A look at Pace in football

A couple of months ago, I was looking at some models for predicting total goals in a game, and it struck me that, in addition to using Total Shot Ratio to examine how dominant a team is, you could make an additive metric from the same data to look at how fast a team plays. Instead of taking a ratio of shots for and against for each team, you add the total shots together to get one number. For want of a better word (and because it matches up with what other sports use), I'm calling this metric Pace.

Why Would You Look At Pace?

One of the layers of analysis added to both American Football and American Basketball in recent years, is the attempt to control for how fast a team plays. The faster an opposing team plays against your defense, the more points you are likely to give up. Compare the "7 seconds or less" Phoenix Suns era with Steve Nash under Mike D'Antoni to basically any team coached by Mike Fratello (perhaps the NBA coach whose teams had the fewest possessions per game during the shot clock era) and you will see a massive difference in possessions per game for each club. In order to control for this, teams started to look at offensive and defensive efficiency, measures that examine how many points you score/give up per possession.

Unfortunately, "possession" is far more difficult to define in football than it is in either American sport. For our sport, we usually represent possession as a percentage of game time the team has control of the ball, and that works pretty well. In this case, I have chosen to use Total Shots in a game and see where it leads.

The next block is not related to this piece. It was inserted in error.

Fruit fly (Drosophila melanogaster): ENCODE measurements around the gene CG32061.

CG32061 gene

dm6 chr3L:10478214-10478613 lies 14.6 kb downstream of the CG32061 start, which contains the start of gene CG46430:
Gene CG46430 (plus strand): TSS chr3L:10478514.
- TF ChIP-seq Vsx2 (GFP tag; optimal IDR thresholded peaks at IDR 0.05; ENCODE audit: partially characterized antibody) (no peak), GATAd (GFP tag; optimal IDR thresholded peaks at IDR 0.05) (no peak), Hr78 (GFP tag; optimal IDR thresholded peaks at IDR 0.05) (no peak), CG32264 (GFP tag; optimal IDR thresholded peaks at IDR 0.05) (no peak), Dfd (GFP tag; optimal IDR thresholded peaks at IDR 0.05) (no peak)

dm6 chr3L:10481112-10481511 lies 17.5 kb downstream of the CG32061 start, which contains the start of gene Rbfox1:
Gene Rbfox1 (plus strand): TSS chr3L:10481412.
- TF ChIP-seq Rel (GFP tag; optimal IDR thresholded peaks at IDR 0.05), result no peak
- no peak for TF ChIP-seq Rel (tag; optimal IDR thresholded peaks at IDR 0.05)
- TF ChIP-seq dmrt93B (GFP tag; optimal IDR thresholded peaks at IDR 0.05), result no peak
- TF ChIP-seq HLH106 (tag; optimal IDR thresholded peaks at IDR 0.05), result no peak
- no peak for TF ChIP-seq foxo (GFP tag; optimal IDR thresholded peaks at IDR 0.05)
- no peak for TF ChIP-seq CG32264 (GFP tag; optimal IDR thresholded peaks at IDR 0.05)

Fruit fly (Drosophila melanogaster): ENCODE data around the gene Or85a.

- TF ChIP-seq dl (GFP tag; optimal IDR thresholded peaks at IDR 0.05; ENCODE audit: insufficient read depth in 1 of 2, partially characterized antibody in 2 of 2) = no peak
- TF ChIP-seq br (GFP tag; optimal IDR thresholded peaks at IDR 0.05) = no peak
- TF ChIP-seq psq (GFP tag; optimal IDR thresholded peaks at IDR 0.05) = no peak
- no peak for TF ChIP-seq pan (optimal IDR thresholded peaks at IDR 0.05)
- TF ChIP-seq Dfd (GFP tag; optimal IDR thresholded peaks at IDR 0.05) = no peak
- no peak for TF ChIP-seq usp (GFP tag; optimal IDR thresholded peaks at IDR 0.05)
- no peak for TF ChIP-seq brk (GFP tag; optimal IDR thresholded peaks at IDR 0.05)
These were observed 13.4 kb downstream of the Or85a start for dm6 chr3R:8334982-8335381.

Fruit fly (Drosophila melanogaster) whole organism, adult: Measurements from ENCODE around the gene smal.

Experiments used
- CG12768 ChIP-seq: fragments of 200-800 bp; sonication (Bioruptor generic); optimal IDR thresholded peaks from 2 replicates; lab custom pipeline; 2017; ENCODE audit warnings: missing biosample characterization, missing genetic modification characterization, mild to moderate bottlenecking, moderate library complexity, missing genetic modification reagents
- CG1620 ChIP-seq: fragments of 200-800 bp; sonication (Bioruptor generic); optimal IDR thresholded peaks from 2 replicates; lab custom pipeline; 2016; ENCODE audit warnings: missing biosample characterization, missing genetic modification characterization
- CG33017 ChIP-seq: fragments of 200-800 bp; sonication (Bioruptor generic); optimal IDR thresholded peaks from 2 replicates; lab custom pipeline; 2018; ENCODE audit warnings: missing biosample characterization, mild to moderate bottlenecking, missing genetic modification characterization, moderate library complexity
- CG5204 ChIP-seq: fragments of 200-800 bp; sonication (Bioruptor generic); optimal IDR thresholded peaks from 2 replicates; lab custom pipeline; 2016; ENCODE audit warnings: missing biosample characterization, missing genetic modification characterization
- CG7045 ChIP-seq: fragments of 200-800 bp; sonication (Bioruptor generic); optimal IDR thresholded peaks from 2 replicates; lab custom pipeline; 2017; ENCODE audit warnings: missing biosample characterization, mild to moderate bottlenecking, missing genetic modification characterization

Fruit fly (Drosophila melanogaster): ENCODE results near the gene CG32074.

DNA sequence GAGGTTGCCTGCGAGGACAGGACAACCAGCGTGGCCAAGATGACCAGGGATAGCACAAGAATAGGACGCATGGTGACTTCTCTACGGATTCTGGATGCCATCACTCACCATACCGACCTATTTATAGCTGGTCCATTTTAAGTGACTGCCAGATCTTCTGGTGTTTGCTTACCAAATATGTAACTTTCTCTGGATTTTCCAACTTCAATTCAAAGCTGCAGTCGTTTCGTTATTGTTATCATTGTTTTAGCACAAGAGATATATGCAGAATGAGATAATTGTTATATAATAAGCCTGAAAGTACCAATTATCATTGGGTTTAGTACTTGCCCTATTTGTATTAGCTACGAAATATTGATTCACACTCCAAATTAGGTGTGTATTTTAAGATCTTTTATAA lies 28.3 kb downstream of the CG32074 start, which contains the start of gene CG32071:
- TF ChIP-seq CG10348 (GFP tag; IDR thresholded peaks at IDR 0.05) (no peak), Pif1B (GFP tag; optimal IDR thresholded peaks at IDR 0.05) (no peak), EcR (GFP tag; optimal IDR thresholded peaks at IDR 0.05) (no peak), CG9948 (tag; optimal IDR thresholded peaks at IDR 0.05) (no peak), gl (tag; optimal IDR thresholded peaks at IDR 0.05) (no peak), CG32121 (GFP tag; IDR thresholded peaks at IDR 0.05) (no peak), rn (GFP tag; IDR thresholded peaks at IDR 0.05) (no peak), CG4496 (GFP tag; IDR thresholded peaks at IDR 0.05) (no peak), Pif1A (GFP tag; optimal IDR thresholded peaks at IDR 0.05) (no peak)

The speed at which the game is played affects basically everything else in the game. Higher tempo yields more passes, more tackles, more shots, etc. More running equates to more fatigue (which logically should mean more goals late in a game), and also to more scoring chances for both sides. In most cases, you would expect teams with a high pace to also have a lot of goals scored in their games, and the data generally bears this out.

There are two extra things to like about this metric. The first is that it is fairly intuitive. By looking at how many total shots are taken in a particular team's games, you get an idea of how fast the ball and players fly up and down the pitch. To some extent it also explains how exciting a particular team's games are likely to be. The second thing I like about this stat is that it translates across leagues and - if you can find the data - across eras. You can use it to compare various World Cup eras against each other, or you can also use it to look at how quickly teams play the ball across leagues and countries.

Dataset: The data here is from complete seasons in EPL, Bundesliga, La Liga, Serie A, and Ligue 1 from 2009-2012 taken from WhoScored.com.

Pace Across Leagues charted next to GPG

Pace

GoalsPG

Bundes

25.92

2.87

EPL

28.82

2.79

LaLiga

26.10

2.73

Ligue1

25.04

2.42

SerieA

27.09

2.56


There are two interesting things about these numbers. First, Ligue1 operates at only about 1 shot less per game than Bundesliga, yet the difference in Goals Per Game is .45, which is massive. If you go by converted shot expectations, it should be about .12 GPG difference between the two leagues. If you read my last article, you can probably guess that Bundesliga players put a significantly higher percentage of Shots on Target (36%) than Ligue1. That article doesn't have Ligue1 SoT% included, but my data shows that number as 33.8%.

The second is that Serie A shows up as the second highest paced league for the period in question, something you might not have expected if you were to listen to the traditional rhetoric that Italian football is usually slow and boring.

Pace Across Years

Pace

GoalsPG

2010

26.61

2.66

2011

26.74

2.66

2012

26.47

2.69


There is very little variation in these numbers and for the last three years at least, goalscoring across Europe's big leagues has not increased dramatically (though it has shown an upward trend in certain countries, the mean in both Pace and GPG is fairly steady).